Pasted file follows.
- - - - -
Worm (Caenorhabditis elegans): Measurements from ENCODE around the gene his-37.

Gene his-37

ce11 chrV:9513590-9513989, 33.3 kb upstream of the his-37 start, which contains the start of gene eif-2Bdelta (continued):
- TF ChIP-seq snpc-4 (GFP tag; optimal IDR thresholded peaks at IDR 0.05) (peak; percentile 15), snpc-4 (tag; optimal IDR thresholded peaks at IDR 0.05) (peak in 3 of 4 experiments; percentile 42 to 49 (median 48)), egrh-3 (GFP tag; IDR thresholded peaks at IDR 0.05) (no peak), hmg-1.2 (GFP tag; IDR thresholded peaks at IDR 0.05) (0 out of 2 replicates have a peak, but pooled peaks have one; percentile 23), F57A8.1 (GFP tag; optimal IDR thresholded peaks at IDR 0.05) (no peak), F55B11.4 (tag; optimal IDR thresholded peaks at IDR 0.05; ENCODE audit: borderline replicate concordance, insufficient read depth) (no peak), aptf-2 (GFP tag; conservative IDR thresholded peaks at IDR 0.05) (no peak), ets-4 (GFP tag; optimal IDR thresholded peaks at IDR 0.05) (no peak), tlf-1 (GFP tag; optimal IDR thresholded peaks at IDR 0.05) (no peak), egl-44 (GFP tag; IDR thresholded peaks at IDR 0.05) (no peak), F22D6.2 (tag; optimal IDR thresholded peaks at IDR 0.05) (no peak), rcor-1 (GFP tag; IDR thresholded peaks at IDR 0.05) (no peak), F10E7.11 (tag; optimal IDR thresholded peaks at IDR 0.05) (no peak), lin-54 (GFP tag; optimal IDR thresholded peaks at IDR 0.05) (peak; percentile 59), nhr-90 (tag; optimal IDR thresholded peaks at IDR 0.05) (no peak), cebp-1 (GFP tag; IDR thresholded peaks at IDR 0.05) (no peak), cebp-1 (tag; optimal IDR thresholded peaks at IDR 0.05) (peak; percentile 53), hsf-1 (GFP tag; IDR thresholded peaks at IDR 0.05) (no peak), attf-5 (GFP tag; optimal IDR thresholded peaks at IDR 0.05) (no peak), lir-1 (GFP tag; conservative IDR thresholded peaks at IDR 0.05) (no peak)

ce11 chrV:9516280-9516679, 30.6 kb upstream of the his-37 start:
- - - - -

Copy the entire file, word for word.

Worm (Caenorhabditis elegans): Measurements from ENCODE around the gene his-37.

Gene his-37

ce11 chrV:9513590-9513989, 33.3 kb upstream of the his-37 start, which contains the start of gene eif-2Bdelta (continued):
- TF ChIP-seq snpc-4 (GFP tag; optimal IDR thresholded peaks at IDR 0.05) (peak; percentile 15), snpc-4 (tag; optimal IDR thresholded peaks at IDR 0.05) (peak in 3 of 4 experiments; percentile 42 to 49 (median 48)), egrh-3 (GFP tag; IDR thresholded peaks at IDR 0.05) (no peak), hmg-1.2 (GFP tag; IDR thresholded peaks at IDR 0.05) (0 out of 2 replicates have a peak, but pooled peaks have one; percentile 23), F57A8.1 (GFP tag; optimal IDR thresholded peaks at IDR 0.05) (no peak), F55B11.4 (tag; optimal IDR thresholded peaks at IDR 0.05; ENCODE audit: borderline replicate concordance, insufficient read depth) (no peak), aptf-2 (GFP tag; conservative IDR thresholded peaks at IDR 0.05) (no peak), ets-4 (GFP tag; optimal IDR thresholded peaks at IDR 0.05) (no peak), tlf-1 (GFP tag; optimal IDR thresholded peaks at IDR 0.05) (no peak), egl-44 (GFP tag; IDR thresholded peaks at IDR 0.05) (no peak), F22D6.2 (tag; optimal IDR thresholded peaks at IDR 0.05) (no peak), rcor-1 (GFP tag; IDR thresholded peaks at IDR 0.05) (no peak), F10E7.11 (tag; optimal IDR thresholded peaks at IDR 0.05) (no peak), lin-54 (GFP tag; optimal IDR thresholded peaks at IDR 0.05) (peak; percentile 59), nhr-90 (tag; optimal IDR thresholded peaks at IDR 0.05) (no peak), cebp-1 (GFP tag; IDR thresholded peaks at IDR 0.05) (no peak), cebp-1 (tag; optimal IDR thresholded peaks at IDR 0.05) (peak; percentile 53), hsf-1 (GFP tag; IDR thresholded peaks at IDR 0.05) (no peak), attf-5 (GFP tag; optimal IDR thresholded peaks at IDR 0.05) (no peak), lir-1 (GFP tag; conservative IDR thresholded peaks at IDR 0.05) (no peak)

ce11 chrV:9516280-9516679, 30.6 kb upstream of the his-37 start: